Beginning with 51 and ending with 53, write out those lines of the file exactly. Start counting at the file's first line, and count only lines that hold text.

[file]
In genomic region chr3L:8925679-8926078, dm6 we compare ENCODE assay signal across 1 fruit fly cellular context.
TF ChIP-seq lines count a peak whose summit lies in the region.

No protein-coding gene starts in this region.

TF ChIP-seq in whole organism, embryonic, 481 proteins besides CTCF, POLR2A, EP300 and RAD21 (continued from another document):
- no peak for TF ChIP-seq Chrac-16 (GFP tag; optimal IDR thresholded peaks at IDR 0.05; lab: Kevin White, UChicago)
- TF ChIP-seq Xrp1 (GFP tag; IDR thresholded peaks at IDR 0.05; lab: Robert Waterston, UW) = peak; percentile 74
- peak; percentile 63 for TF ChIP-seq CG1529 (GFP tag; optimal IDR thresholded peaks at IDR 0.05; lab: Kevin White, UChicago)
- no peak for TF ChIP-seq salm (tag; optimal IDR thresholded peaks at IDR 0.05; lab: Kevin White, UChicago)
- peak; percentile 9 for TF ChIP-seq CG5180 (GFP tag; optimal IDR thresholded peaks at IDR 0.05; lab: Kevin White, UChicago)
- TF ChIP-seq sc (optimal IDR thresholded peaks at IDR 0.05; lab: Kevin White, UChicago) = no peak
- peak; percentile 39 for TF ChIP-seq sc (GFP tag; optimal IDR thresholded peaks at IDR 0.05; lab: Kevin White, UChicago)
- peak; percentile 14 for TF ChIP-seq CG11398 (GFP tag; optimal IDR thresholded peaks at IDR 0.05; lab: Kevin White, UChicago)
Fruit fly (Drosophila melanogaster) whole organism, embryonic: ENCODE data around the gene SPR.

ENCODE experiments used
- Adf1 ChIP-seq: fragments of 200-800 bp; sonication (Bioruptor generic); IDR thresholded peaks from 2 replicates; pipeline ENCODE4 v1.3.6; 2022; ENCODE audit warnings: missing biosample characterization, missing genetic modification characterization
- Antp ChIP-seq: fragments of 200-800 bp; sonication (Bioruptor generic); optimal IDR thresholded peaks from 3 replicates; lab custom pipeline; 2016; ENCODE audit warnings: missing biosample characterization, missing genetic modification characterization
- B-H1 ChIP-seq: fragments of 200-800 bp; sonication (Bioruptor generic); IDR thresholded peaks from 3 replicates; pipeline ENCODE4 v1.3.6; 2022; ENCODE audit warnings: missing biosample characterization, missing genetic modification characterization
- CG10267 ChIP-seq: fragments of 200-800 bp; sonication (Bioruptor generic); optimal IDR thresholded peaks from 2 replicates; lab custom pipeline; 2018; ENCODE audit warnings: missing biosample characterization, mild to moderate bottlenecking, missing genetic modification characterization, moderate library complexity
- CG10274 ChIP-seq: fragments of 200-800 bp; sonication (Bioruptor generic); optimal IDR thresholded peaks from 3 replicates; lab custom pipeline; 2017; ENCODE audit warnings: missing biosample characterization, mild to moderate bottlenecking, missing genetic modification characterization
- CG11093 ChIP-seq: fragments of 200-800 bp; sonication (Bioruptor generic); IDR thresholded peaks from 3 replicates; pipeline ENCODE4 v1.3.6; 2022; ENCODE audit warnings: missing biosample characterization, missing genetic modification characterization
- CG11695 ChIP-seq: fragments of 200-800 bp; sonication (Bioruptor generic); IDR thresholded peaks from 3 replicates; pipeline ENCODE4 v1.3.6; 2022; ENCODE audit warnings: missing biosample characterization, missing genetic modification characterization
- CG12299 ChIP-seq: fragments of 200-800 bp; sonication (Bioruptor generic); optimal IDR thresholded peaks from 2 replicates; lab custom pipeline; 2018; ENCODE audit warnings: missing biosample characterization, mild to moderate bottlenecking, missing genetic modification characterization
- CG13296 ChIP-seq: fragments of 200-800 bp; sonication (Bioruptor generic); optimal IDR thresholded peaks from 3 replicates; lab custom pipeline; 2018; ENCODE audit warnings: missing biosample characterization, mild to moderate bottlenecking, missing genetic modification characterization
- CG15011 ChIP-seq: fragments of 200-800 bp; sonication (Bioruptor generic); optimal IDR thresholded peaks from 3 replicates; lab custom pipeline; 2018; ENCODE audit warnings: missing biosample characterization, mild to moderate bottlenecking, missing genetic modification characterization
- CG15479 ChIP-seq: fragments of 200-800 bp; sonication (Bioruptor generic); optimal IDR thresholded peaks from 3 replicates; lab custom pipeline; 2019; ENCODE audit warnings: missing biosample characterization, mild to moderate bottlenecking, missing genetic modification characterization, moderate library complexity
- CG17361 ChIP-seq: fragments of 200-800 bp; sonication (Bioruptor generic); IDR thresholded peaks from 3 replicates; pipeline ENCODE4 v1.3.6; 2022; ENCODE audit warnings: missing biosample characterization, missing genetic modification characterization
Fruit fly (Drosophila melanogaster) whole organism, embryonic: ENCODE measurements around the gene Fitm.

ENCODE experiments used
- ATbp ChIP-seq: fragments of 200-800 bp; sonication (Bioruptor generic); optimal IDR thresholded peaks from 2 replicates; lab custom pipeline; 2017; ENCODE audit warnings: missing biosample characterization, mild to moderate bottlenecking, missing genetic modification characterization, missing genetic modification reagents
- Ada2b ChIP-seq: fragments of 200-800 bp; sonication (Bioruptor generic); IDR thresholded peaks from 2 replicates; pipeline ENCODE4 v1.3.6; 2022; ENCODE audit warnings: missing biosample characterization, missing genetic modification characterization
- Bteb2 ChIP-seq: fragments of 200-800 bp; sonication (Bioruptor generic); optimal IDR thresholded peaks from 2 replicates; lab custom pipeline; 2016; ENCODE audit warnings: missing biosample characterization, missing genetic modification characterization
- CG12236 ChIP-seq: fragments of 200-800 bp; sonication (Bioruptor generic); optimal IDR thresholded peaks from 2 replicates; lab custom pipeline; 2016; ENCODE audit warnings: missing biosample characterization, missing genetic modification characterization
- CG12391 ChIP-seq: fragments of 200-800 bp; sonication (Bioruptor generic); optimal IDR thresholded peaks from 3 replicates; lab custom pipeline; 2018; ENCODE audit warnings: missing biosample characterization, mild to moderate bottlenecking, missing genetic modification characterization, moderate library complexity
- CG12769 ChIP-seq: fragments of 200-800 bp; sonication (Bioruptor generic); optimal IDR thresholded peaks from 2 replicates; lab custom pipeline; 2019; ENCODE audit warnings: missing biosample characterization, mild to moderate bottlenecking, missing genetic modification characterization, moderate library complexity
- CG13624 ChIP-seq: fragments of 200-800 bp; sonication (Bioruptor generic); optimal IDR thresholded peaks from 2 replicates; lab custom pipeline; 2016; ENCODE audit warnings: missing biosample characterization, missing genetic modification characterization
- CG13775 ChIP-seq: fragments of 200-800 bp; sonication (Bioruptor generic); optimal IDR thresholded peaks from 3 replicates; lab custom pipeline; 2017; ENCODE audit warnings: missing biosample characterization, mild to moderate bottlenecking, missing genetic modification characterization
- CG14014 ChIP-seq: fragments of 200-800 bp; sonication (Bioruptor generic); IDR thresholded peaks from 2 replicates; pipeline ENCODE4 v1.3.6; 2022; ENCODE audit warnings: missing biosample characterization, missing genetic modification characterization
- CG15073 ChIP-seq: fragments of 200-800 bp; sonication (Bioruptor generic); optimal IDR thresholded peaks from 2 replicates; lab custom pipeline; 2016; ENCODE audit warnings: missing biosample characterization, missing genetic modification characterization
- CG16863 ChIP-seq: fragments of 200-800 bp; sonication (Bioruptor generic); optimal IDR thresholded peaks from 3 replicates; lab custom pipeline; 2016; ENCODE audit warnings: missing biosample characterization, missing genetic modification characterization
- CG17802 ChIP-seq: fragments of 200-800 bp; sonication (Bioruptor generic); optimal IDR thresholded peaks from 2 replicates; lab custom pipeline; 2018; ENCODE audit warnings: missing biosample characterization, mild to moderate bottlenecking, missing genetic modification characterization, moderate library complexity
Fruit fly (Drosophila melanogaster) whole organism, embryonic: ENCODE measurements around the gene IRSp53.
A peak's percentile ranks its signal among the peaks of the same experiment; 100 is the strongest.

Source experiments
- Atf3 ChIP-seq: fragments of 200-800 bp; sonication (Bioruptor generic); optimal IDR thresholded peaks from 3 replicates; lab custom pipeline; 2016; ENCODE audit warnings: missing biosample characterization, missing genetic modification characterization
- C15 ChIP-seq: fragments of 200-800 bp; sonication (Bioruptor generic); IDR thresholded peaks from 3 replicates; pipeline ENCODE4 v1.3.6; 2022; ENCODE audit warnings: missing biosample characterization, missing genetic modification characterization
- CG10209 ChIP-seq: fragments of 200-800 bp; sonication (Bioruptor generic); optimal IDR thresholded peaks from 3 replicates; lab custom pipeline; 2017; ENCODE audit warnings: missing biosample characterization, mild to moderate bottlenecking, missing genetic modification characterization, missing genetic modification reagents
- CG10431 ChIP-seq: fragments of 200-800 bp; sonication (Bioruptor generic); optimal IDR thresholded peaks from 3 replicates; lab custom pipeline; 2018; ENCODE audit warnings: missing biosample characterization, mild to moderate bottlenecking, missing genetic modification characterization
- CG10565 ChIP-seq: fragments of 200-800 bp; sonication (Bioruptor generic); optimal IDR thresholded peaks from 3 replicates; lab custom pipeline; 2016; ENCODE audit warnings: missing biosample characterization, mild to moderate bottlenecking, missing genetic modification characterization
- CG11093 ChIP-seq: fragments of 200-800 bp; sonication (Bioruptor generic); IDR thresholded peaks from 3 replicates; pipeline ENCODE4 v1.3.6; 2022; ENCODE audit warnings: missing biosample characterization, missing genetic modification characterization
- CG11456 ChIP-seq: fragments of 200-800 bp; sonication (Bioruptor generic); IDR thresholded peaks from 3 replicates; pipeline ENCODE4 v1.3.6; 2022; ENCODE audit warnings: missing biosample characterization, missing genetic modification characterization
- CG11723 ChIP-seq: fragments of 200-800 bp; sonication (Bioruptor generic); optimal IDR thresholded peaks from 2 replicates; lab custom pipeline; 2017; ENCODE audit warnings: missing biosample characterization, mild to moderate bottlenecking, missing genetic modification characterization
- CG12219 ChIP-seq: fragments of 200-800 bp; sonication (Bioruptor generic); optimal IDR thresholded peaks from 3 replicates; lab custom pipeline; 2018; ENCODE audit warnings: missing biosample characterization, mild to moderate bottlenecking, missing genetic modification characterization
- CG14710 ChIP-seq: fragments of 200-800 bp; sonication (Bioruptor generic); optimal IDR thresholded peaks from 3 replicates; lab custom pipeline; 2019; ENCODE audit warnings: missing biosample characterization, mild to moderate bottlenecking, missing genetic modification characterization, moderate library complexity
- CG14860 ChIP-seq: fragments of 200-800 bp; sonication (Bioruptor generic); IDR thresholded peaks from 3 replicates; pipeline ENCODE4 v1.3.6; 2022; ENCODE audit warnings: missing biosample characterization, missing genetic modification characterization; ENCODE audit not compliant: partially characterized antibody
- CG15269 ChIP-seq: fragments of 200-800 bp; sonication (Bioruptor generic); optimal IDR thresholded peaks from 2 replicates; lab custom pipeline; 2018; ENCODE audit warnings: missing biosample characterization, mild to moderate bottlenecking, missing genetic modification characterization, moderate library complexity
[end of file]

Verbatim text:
- CG11723 ChIP-seq: fragments of 200-800 bp; sonication (Bioruptor generic); optimal IDR thresholded peaks from 2 replicates; lab custom pipeline; 2017; ENCODE audit warnings: missing biosample characterization, mild to moderate bottlenecking, missing genetic modification characterization
- CG12219 ChIP-seq: fragments of 200-800 bp; sonication (Bioruptor generic); optimal IDR thresholded peaks from 3 replicates; lab custom pipeline; 2018; ENCODE audit warnings: missing biosample characterization, mild to moderate bottlenecking, missing genetic modification characterization
- CG14710 ChIP-seq: fragments of 200-800 bp; sonication (Bioruptor generic); optimal IDR thresholded peaks from 3 replicates; lab custom pipeline; 2019; ENCODE audit warnings: missing biosample characterization, mild to moderate bottlenecking, missing genetic modification characterization, moderate library complexity